Currently, resources are created without this annotation, so the first invocation of kubectl apply will fall back to a two-way diff between the provided input and the current configuration of the resource. During this first invocation, it cannot detect the deletion of properties set when the resource was created. For this reason, it will not remove them.

All subsequent calls to kubectl apply, and other commands that modify the configuration, such as kubectl replace and kubectl edit, will update the annotation, allowing subsequent calls to kubectl apply to detect and perform deletions using a three-way diff.

kubectl edit

Alternatively, you may also update resources with kubectl edit:

kubectl edit deployment/my-nginx

This is equivalent to first get the resource, edit it in text editor, and then apply the resource with the updated version:

kubectl get deployment my-nginx -o yaml > /tmp/nginx.yaml
vi /tmp/nginx.yaml
# do some edit, and then save the file

kubectl apply -f /tmp/nginx.yaml
deployment.apps/my-nginx configured

rm /tmp/nginx.yaml

This allows you to do more significant changes more easily. Note that you can specify the editor with your EDITOR or KUBE_EDITOR environment variables.

For more information, please see kubectl edit document.

kubectl patch

You can use kubectl patch to update API objects in place. This command supports JSON patch, JSON merge patch, and strategic merge patch. See Update API Objects in Place Using kubectl patch and kubectl patch.

Disruptive updates

In some cases, you may need to update resource fields that cannot be updated once initialized, or you may just want to make a recursive change immediately, such as to fix broken pods created by a Deployment. To change such fields, use replace --force, which deletes and re-creates the resource. In this case, you can simply modify your original configuration file:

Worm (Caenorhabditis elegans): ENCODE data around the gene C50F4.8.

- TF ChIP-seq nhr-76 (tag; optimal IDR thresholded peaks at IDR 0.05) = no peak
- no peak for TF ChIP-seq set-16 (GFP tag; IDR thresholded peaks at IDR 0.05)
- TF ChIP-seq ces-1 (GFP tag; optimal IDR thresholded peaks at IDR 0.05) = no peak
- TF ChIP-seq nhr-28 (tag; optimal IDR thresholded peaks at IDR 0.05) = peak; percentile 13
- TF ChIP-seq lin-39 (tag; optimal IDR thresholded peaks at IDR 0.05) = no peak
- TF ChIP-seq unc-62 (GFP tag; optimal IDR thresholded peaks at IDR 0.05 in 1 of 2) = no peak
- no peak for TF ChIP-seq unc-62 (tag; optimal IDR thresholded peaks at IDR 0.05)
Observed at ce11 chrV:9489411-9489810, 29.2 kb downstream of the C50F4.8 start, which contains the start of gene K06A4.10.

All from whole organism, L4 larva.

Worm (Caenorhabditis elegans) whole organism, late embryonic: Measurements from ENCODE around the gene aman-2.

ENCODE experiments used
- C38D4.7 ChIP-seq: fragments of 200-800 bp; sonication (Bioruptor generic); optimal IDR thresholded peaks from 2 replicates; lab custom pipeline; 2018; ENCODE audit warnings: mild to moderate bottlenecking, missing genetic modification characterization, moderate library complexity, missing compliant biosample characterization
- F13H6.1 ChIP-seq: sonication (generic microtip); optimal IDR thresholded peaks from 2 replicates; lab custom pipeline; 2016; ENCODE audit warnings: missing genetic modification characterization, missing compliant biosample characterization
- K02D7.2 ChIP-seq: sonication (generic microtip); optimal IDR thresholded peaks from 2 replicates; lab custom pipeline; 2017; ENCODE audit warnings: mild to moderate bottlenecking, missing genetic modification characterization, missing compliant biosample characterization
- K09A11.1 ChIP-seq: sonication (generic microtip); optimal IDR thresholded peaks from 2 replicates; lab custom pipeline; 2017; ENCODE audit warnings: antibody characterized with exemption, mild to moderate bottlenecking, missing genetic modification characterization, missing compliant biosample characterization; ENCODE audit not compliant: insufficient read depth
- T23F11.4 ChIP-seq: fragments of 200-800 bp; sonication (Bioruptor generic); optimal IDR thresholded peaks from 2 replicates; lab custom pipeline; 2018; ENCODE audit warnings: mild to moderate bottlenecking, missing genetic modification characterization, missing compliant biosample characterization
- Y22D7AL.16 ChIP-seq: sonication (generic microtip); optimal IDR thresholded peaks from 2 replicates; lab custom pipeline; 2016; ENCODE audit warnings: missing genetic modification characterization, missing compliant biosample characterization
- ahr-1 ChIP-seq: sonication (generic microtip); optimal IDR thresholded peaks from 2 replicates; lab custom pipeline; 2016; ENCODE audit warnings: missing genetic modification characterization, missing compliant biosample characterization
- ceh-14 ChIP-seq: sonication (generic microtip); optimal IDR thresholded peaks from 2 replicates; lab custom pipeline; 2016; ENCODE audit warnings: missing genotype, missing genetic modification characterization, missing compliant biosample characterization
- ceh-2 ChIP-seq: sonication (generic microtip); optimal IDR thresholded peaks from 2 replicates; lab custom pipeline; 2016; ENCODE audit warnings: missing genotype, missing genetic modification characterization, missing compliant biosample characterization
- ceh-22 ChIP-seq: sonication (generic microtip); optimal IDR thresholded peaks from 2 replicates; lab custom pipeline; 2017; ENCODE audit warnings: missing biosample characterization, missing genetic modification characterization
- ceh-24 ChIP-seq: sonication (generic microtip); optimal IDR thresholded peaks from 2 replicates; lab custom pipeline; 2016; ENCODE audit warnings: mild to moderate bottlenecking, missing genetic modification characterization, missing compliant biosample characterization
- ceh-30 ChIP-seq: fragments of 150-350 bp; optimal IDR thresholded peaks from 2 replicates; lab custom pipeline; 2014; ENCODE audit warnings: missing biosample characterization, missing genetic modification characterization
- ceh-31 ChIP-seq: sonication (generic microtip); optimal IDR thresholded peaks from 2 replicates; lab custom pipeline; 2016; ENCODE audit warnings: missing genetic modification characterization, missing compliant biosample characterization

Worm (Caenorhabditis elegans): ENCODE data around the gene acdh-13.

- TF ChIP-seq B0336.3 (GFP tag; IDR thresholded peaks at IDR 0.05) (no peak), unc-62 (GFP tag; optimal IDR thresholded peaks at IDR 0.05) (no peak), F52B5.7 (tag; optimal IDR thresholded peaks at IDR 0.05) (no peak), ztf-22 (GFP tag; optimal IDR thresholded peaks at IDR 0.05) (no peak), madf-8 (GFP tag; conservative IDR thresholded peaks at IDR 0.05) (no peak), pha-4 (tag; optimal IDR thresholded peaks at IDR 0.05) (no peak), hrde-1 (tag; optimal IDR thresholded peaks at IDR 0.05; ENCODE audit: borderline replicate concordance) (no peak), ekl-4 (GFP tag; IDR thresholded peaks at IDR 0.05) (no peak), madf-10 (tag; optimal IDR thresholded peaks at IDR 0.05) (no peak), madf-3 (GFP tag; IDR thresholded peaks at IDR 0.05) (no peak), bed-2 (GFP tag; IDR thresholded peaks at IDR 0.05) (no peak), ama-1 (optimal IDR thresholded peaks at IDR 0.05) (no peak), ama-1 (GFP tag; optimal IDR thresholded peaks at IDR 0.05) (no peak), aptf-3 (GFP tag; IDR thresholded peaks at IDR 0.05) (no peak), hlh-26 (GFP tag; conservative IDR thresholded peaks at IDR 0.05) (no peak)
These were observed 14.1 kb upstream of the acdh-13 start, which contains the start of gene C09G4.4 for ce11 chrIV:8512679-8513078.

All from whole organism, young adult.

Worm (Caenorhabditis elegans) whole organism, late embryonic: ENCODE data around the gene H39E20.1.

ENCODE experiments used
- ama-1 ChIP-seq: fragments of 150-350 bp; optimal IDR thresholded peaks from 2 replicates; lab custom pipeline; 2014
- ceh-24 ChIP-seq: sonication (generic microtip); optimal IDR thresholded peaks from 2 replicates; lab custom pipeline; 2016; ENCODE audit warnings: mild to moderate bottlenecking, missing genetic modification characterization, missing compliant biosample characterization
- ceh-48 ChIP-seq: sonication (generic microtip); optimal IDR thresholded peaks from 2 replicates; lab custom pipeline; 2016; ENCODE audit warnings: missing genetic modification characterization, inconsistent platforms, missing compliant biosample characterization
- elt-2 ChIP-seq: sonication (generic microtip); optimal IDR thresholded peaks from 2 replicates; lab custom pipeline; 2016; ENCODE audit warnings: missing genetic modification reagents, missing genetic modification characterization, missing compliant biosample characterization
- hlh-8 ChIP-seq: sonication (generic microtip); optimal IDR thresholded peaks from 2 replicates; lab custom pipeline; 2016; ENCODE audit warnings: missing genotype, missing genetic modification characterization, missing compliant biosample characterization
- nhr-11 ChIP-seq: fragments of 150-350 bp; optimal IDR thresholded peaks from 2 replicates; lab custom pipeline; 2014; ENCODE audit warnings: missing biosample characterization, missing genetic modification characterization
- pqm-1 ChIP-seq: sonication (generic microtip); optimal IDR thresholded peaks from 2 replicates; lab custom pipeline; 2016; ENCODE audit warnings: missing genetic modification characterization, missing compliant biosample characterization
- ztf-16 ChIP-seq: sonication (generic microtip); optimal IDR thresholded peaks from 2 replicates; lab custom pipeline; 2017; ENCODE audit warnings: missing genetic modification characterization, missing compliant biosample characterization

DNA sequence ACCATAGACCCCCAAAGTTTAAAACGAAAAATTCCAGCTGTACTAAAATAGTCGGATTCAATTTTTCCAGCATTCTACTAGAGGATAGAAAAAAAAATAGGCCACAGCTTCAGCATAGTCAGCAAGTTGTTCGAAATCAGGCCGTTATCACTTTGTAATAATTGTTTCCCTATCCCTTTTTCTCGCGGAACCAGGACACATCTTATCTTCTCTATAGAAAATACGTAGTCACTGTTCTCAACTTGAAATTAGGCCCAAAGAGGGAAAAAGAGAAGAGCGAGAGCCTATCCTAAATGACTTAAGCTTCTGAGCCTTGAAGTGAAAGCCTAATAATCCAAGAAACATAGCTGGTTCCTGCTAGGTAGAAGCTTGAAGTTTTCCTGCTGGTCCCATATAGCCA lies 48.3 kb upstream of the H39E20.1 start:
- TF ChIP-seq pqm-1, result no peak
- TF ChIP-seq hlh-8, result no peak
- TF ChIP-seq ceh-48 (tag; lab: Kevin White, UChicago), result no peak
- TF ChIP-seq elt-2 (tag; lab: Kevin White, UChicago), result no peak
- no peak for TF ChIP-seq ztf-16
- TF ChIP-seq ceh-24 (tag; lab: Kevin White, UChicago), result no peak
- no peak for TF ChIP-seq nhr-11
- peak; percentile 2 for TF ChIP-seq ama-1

kubectl replace -f --force
deployment.apps/my-nginx deleted
deployment.apps/my-nginx replaced

Updating your application without a service outage

At some point, you’ll eventually need to update your deployed application, typically by specifying a new image or image tag, as in the canary deployment scenario above. kubectl supports several update operations, each of which is applicable to different scenarios.

We’ll guide you through how to create and update applications with Deployments.

Let’s say you were running version 1.7.9 of nginx:

kubectl run my-nginx --image=nginx:1.7.9 --replicas=3
deployment.apps/my-nginx created

To update to version 1.9.1, simply change .spec.template.spec.containers[0].image from nginx:1.7.9 to nginx:1.9.1, with the kubectl commands we learned above.

kubectl edit deployment/my-nginx

That’s it! The Deployment will declaratively update the deployed nginx application progressively behind the scene. It ensures that only a certain number of old replicas may be down while they are being updated, and only a certain number of new replicas may be created above the desired number of pods. To learn more details about it, visit Deployment page.